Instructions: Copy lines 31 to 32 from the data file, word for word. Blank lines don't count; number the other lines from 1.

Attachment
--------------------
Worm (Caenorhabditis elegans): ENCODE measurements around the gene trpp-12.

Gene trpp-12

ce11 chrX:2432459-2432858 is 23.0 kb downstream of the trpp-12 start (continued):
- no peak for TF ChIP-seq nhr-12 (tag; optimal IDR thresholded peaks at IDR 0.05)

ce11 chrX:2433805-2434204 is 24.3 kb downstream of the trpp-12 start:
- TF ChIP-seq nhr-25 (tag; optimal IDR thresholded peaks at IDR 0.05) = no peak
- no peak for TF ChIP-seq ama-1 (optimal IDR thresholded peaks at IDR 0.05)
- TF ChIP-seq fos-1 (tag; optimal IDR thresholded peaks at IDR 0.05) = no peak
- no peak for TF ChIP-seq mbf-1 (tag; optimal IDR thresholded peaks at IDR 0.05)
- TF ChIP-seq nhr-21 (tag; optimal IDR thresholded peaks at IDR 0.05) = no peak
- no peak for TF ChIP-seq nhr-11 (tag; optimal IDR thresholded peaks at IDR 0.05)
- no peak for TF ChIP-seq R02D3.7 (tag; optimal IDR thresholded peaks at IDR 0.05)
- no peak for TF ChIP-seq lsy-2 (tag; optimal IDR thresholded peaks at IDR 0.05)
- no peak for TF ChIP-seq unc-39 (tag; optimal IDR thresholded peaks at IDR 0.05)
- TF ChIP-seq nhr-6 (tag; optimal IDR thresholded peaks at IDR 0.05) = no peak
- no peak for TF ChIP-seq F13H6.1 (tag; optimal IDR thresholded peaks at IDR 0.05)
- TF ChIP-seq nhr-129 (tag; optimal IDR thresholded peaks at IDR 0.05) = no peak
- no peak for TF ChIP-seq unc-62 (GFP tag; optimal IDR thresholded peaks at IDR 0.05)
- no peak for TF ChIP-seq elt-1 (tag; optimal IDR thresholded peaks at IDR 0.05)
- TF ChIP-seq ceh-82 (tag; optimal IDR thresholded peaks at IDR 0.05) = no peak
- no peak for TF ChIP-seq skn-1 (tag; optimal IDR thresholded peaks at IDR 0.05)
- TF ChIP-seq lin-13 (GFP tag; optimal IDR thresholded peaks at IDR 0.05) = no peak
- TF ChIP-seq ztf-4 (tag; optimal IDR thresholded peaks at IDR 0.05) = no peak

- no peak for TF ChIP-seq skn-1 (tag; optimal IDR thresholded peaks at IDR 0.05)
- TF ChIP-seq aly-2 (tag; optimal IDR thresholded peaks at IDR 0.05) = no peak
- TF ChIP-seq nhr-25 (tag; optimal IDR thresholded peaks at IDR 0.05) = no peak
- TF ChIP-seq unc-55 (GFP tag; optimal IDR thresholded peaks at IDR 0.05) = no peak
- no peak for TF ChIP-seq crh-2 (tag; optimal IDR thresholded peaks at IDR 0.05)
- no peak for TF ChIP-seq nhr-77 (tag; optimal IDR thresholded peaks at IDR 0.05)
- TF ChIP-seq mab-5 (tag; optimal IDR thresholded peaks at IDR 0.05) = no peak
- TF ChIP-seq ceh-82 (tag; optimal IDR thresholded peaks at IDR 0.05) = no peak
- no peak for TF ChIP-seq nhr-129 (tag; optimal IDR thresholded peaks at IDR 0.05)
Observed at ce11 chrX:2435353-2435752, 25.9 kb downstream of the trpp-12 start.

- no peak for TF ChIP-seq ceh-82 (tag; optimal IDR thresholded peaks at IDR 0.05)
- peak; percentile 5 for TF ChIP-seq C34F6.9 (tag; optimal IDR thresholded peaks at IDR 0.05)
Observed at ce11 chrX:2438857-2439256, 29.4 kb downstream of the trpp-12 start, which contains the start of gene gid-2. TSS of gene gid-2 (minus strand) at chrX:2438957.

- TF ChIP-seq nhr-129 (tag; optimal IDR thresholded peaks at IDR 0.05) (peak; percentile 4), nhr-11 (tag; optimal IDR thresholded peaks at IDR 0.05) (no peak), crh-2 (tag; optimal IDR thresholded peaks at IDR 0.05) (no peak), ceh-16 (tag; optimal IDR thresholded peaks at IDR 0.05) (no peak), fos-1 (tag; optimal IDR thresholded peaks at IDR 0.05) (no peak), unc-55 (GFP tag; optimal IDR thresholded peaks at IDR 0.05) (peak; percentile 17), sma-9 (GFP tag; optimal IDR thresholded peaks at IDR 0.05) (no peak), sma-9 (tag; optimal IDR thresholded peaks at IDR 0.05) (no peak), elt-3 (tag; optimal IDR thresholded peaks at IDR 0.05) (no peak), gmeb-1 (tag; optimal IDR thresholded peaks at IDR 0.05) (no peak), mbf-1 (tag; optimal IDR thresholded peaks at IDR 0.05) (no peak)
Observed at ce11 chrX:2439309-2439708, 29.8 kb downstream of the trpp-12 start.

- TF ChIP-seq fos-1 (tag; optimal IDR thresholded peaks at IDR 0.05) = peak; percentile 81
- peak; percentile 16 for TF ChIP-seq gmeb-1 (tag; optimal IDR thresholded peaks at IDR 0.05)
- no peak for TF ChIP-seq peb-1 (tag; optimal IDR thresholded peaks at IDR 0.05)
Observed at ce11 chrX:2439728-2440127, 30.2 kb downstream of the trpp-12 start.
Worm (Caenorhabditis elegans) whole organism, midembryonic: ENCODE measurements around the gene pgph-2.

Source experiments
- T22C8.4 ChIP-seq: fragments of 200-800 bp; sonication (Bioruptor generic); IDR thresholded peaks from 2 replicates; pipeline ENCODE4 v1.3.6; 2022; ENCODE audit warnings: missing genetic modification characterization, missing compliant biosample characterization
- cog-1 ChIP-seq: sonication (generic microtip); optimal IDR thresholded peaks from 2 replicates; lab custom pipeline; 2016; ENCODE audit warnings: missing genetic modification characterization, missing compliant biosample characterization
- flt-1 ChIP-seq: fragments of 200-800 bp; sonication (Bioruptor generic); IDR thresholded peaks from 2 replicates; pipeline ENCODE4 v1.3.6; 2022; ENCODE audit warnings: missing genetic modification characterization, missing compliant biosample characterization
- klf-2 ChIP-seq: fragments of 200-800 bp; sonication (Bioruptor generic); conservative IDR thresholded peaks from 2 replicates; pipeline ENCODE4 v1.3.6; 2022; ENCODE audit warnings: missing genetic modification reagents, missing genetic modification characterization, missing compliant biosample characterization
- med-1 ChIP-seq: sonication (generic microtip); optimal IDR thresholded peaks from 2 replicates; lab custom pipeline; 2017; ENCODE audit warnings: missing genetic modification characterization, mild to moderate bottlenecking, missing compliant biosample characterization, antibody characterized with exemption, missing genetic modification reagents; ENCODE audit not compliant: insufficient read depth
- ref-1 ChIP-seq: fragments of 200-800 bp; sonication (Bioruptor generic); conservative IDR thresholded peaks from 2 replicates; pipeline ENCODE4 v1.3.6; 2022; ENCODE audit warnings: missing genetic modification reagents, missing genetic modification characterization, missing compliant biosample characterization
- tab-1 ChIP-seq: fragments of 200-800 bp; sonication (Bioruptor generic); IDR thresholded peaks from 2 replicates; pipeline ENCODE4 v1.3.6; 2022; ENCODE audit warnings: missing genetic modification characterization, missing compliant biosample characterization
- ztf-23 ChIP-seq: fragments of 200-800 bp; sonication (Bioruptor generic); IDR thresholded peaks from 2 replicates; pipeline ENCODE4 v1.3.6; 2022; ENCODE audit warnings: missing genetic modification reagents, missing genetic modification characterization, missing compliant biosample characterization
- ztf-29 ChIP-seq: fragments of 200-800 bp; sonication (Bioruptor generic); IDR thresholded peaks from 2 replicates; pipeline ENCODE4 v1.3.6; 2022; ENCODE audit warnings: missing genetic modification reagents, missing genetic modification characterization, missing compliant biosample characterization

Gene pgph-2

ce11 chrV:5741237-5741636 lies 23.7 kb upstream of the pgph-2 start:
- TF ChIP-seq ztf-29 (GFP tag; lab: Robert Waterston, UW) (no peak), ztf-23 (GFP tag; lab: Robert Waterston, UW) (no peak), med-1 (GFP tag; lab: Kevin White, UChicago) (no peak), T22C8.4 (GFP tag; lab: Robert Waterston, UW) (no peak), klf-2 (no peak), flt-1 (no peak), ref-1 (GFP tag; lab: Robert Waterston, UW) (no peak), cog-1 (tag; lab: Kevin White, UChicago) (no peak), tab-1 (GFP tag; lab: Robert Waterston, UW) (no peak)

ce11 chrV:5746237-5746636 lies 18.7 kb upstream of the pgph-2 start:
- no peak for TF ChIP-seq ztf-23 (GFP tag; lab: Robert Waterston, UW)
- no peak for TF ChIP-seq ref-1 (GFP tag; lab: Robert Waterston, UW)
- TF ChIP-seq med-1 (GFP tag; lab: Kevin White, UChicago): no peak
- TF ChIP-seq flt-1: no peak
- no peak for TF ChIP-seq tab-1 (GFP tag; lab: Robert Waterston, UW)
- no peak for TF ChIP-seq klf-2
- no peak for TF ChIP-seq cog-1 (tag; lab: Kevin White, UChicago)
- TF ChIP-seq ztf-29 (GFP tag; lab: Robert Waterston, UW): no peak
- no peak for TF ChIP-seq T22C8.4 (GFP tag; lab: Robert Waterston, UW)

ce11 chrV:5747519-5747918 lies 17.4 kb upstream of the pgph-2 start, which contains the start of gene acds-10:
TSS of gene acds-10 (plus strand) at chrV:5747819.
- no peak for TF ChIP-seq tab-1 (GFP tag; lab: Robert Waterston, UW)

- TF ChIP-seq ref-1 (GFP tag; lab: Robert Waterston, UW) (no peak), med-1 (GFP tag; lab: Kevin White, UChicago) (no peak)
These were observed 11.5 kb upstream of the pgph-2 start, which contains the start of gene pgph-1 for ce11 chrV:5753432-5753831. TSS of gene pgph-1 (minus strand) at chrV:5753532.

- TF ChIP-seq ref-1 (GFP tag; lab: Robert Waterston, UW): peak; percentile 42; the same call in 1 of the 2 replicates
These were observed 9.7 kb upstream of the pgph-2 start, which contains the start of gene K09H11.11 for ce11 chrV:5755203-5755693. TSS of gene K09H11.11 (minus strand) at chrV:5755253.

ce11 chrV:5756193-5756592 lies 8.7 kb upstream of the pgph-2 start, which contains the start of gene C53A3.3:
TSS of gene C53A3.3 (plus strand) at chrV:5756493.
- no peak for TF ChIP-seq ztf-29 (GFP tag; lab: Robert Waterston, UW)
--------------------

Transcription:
- TF ChIP-seq ceh-82 (tag; optimal IDR thresholded peaks at IDR 0.05) = no peak
- no peak for TF ChIP-seq nhr-129 (tag; optimal IDR thresholded peaks at IDR 0.05)